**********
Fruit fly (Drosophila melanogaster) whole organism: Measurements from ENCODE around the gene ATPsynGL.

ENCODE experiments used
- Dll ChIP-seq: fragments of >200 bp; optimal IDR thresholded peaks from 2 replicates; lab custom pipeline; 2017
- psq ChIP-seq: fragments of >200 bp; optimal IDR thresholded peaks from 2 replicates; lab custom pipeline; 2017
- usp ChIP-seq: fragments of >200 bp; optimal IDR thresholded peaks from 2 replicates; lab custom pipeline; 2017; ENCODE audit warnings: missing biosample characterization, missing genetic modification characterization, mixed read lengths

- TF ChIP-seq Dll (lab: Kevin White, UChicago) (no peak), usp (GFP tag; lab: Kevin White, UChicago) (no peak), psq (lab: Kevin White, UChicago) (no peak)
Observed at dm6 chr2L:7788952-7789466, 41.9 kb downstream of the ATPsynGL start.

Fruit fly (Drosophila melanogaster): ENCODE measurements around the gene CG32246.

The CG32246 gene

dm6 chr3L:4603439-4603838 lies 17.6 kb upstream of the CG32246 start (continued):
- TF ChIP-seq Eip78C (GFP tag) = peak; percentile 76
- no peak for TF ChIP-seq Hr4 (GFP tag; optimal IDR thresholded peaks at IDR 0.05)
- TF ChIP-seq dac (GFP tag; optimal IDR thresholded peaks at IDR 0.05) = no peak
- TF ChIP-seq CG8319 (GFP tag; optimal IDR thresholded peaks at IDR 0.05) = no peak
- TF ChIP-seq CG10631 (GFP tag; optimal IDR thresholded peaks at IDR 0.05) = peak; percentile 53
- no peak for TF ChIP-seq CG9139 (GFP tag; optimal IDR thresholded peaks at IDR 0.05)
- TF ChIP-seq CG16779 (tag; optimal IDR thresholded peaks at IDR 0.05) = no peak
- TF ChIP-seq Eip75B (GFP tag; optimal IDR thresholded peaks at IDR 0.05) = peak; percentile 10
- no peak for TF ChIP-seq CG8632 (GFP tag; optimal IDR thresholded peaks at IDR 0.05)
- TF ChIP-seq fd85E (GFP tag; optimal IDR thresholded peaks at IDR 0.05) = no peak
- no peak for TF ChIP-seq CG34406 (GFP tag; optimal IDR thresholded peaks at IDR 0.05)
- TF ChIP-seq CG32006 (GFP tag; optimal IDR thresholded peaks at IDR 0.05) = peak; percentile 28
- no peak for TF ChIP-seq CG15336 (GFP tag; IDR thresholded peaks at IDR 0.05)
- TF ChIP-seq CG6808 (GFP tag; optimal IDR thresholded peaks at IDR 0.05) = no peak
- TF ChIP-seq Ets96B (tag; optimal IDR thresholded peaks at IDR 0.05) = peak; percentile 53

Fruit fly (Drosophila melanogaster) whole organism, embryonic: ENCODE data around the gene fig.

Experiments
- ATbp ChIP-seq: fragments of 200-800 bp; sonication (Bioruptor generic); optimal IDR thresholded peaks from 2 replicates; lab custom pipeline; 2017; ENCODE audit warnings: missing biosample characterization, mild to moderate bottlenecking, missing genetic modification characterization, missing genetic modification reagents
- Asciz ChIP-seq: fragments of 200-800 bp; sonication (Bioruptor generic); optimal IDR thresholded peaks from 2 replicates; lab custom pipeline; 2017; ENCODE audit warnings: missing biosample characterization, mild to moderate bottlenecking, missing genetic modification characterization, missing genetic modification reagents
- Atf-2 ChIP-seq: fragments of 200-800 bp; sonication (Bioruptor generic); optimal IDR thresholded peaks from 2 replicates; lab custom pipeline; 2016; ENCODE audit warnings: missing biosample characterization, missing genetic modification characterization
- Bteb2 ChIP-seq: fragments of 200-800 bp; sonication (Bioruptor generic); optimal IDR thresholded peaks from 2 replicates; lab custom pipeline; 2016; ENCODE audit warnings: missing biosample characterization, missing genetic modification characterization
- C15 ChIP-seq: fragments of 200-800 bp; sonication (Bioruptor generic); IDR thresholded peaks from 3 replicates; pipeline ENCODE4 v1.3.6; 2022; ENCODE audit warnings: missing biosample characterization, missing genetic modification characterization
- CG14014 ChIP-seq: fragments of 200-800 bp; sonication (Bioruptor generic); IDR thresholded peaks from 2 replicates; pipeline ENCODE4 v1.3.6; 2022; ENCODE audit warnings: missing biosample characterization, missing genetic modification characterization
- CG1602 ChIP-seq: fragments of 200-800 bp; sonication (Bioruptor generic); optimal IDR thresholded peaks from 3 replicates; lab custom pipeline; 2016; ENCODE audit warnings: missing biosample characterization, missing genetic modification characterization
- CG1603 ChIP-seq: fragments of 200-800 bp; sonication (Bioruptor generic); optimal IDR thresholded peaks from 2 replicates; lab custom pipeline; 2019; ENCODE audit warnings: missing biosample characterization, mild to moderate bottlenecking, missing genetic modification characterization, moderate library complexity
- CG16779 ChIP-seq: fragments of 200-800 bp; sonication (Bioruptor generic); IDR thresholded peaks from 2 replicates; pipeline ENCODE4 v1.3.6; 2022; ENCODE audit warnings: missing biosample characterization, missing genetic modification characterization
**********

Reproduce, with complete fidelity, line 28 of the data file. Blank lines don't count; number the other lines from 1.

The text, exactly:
- ATbp ChIP-seq: fragments of 200-800 bp; sonication (Bioruptor generic); optimal IDR thresholded peaks from 2 replicates; lab custom pipeline; 2017; ENCODE audit warnings: missing biosample characterization, mild to moderate bottlenecking, missing genetic modification characterization, missing genetic modification reagents